From time to time, I watch the occasional talk from various TED conferences. These are talks and presentations given by people from nearly every walk of life, and for the most part, they’re fairly interesting.
Yesterday I watched one by a woman named Cynthia Lair, an “organic food educator” (who knew there was such a thing?), titled “How to Cut an Onion.” Watch it, and then continue reading. Yeah, I know it’s 10 minutes, which is a lifetime and a half in our distracted culture, but offer it up.
Granted, she’s a bit loopy and is probably New-Agey to boot – and no way will I be massaging the next steak I grill! Meat hammer all the way to tenderize that puppy!
Still, I liked what she had to say about being present to the food as it’s being prepared. About putting love into the cooking. About how the effort and care that goes into what we prepare for ourselves and our families comes back to us. About how cooking requires all our senses. About how we become more aware about what we eat, and how it affects us.
Just like relationships with people – with our spouses, or kids, or friends. Like Cynthia said – the food is just begging to be noticed! – it is even more so with people, not just those in our own homes, but with every person whose shadow crosses our paths. And she said that without having had to say it.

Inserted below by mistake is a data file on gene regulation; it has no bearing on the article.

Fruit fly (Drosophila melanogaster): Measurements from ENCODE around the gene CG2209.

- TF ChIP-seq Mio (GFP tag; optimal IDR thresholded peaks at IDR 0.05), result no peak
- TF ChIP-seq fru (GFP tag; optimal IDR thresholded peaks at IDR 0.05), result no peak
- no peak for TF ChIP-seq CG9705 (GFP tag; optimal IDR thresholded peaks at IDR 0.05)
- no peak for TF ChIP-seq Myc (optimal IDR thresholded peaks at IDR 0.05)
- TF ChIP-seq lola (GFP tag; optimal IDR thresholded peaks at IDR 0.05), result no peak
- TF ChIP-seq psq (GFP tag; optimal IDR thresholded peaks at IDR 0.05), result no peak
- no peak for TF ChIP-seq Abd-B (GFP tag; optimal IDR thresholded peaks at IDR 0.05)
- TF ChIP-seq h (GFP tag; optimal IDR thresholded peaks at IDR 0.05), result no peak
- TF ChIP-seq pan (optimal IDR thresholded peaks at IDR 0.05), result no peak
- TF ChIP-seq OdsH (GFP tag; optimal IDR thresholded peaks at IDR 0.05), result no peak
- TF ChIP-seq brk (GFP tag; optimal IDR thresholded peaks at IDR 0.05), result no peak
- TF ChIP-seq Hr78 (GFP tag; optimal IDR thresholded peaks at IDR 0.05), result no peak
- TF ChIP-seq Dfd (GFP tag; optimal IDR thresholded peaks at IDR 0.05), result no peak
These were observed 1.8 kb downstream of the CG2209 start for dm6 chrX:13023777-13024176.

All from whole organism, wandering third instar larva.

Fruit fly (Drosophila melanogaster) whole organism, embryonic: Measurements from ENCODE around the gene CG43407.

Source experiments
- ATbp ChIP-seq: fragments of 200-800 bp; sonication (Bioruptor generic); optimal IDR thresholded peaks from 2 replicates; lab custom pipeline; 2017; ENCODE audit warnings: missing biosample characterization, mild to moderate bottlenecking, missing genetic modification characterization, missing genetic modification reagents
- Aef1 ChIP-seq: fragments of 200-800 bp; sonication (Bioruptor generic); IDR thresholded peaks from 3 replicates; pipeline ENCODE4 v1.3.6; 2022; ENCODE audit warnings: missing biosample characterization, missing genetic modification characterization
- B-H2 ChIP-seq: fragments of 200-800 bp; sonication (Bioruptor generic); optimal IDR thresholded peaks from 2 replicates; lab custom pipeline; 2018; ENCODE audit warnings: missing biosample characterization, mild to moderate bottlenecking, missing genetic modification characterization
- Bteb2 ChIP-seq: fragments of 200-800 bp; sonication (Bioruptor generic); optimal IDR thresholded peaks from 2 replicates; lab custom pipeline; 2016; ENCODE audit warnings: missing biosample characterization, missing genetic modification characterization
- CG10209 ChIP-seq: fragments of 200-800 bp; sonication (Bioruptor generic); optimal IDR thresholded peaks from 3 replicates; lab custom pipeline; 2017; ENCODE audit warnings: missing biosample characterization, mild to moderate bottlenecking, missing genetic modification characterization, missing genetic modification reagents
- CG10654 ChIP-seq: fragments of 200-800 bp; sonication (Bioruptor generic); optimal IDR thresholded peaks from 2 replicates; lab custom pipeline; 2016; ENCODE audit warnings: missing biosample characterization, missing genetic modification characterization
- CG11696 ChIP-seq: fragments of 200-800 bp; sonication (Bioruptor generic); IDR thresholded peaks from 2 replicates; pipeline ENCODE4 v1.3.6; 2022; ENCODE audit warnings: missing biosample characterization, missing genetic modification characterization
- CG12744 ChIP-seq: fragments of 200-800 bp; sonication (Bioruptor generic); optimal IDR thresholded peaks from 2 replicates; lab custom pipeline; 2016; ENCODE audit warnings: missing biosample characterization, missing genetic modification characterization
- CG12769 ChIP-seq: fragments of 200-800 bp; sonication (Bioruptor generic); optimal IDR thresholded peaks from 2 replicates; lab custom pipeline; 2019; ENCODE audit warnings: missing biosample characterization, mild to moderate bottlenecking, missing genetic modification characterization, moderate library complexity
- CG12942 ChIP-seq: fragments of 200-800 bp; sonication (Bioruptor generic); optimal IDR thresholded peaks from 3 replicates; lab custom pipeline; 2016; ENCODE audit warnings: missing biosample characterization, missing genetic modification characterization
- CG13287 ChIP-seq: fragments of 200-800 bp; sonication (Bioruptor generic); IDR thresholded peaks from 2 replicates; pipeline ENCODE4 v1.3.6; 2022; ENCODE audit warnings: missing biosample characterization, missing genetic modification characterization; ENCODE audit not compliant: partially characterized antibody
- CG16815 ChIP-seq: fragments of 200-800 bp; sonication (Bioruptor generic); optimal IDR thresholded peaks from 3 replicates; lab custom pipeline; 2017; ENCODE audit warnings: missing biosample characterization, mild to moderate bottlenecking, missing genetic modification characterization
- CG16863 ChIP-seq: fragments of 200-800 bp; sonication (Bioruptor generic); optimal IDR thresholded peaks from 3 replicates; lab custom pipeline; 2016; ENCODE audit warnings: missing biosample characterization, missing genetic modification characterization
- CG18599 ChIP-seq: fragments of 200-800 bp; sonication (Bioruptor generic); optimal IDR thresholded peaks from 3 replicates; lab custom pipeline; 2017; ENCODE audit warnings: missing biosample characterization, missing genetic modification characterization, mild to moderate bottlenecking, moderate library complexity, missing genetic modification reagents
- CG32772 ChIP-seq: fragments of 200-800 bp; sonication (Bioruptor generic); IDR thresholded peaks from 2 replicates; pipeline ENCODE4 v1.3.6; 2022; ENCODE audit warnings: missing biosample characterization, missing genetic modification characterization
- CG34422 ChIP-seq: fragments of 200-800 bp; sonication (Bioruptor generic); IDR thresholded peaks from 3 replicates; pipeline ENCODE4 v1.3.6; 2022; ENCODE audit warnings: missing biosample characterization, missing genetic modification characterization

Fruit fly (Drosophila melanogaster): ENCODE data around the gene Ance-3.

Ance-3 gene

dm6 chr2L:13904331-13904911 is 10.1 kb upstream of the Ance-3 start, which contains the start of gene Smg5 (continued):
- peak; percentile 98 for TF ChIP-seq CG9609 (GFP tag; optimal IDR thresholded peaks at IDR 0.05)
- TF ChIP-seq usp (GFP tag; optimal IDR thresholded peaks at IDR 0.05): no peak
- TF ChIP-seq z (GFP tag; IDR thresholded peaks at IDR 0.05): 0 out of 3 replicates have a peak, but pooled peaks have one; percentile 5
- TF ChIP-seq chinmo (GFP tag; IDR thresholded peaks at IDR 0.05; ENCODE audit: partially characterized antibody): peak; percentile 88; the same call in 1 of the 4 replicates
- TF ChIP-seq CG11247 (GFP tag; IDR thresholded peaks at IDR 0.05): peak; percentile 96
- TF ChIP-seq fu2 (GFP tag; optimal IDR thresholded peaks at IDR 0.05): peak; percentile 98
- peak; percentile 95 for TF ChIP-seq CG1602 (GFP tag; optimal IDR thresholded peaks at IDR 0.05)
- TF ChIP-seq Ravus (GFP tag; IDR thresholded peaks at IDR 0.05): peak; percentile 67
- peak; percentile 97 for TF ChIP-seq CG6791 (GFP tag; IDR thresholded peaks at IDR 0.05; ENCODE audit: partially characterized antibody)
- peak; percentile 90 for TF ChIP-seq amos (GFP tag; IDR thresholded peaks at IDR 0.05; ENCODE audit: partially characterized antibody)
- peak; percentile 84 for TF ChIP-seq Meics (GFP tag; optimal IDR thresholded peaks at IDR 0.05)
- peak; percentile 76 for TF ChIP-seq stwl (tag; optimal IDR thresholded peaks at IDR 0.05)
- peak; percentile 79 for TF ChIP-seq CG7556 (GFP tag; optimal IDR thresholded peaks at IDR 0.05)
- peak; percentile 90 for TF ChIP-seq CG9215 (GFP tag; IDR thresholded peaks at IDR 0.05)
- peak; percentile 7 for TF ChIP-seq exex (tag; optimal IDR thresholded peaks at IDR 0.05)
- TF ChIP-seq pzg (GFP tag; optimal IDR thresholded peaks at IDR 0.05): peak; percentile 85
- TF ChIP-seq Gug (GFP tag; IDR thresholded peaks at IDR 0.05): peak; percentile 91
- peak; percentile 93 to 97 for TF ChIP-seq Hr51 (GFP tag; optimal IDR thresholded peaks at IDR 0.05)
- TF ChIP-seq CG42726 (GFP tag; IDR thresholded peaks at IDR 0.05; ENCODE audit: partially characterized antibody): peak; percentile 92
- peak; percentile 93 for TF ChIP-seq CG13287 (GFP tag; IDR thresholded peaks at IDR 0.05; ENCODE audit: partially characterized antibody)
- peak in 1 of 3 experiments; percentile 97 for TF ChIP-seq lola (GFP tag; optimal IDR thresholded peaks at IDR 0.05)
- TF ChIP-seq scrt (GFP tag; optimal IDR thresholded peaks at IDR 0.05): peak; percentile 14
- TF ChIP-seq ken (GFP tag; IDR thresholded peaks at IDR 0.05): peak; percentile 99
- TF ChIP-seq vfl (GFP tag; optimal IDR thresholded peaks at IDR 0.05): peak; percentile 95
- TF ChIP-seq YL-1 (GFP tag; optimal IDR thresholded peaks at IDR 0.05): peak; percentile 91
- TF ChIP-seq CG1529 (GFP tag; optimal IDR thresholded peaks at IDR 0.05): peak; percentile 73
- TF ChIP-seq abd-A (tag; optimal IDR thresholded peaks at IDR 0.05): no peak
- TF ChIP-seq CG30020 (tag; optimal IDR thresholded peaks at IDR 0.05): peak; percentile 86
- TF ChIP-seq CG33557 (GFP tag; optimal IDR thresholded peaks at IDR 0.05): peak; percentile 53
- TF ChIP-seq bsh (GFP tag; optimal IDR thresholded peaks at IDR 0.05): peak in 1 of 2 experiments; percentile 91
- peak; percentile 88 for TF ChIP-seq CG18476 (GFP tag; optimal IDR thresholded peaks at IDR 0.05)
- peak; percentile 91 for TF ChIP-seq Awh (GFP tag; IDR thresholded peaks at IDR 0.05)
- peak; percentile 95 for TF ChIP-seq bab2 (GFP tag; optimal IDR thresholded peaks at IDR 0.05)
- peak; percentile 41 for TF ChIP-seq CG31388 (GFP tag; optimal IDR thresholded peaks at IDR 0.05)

Our loved ones want us to be present to them. Our relationships need love in order to become and grow. Care and effort must be taken, and when they are, those things will come back to us. And the more aware we are – the more attuned we are to others’ needs and desires, the more we use our God-given senses and emotions – well, that affects us when we act upon them, and truly give other people the attention they deserve, and treat them as fellow sons and daughters of God.
As Catholics, we are called to love and to be present to those whom God has placed in our lives. God is always present to us – and the invisible reality of God’s love is made visible to the world by how we love others (I heard that on a Matthew Kelly talk). And we really truly can’t love others unless we are present to them.
Simple concepts, re-presented in this talk, whether intentionally or not – pointing to the Truth that we are loved, and are called to love others, and be present to them.
And by saying “we”, I’m really saying “me”…
And for me, the bonus was learning how to properly dice an onion.